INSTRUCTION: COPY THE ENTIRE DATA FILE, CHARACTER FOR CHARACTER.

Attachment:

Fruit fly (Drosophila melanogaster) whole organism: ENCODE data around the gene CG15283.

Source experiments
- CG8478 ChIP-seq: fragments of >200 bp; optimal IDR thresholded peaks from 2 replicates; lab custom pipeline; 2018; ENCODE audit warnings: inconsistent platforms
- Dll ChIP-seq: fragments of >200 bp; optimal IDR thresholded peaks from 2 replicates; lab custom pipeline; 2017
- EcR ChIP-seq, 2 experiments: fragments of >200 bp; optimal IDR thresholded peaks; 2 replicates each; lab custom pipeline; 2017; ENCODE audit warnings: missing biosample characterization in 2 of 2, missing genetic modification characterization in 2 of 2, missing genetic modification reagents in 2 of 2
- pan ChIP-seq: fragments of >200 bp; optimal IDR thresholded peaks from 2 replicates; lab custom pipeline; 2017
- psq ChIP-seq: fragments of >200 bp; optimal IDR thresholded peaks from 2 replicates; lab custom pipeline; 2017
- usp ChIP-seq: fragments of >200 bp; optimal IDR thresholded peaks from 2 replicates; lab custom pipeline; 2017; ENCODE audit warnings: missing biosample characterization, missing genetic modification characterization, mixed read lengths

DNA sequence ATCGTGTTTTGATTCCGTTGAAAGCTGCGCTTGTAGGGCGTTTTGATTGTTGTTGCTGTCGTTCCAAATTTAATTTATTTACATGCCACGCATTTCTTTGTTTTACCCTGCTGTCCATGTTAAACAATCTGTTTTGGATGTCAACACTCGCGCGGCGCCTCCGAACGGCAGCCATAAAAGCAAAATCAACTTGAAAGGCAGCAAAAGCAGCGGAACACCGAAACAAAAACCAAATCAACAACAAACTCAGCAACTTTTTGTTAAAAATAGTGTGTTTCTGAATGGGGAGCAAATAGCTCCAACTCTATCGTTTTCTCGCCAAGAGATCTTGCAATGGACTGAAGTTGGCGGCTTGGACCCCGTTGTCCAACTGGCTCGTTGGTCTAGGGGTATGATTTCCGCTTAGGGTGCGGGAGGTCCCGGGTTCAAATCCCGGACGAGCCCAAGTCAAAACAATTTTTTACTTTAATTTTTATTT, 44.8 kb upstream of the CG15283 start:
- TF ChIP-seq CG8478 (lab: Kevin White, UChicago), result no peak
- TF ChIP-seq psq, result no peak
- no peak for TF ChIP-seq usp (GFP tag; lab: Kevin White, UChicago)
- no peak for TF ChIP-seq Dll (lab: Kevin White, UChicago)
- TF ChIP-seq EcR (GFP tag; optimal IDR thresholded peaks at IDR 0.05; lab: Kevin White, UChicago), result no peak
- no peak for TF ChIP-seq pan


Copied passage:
Fruit fly (Drosophila melanogaster) whole organism: ENCODE data around the gene CG15283.

Source experiments
- CG8478 ChIP-seq: fragments of >200 bp; optimal IDR thresholded peaks from 2 replicates; lab custom pipeline; 2018; ENCODE audit warnings: inconsistent platforms
- Dll ChIP-seq: fragments of >200 bp; optimal IDR thresholded peaks from 2 replicates; lab custom pipeline; 2017
- EcR ChIP-seq, 2 experiments: fragments of >200 bp; optimal IDR thresholded peaks; 2 replicates each; lab custom pipeline; 2017; ENCODE audit warnings: missing biosample characterization in 2 of 2, missing genetic modification characterization in 2 of 2, missing genetic modification reagents in 2 of 2
- pan ChIP-seq: fragments of >200 bp; optimal IDR thresholded peaks from 2 replicates; lab custom pipeline; 2017
- psq ChIP-seq: fragments of >200 bp; optimal IDR thresholded peaks from 2 replicates; lab custom pipeline; 2017
- usp ChIP-seq: fragments of >200 bp; optimal IDR thresholded peaks from 2 replicates; lab custom pipeline; 2017; ENCODE audit warnings: missing biosample characterization, missing genetic modification characterization, mixed read lengths

DNA sequence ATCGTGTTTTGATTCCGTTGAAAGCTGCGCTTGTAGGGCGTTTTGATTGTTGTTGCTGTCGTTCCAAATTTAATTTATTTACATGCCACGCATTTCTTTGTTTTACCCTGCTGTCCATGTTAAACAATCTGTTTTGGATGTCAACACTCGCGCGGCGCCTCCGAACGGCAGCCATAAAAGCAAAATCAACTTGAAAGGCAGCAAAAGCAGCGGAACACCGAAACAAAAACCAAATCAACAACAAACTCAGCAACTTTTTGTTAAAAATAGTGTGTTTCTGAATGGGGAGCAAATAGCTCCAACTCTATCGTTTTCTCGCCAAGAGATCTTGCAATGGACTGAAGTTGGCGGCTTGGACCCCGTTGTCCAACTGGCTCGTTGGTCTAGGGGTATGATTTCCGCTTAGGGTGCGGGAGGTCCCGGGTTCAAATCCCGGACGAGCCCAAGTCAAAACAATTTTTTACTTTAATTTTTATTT, 44.8 kb upstream of the CG15283 start:
- TF ChIP-seq CG8478 (lab: Kevin White, UChicago), result no peak
- TF ChIP-seq psq, result no peak
- no peak for TF ChIP-seq usp (GFP tag; lab: Kevin White, UChicago)
- no peak for TF ChIP-seq Dll (lab: Kevin White, UChicago)
- TF ChIP-seq EcR (GFP tag; optimal IDR thresholded peaks at IDR 0.05; lab: Kevin White, UChicago), result no peak
- no peak for TF ChIP-seq pan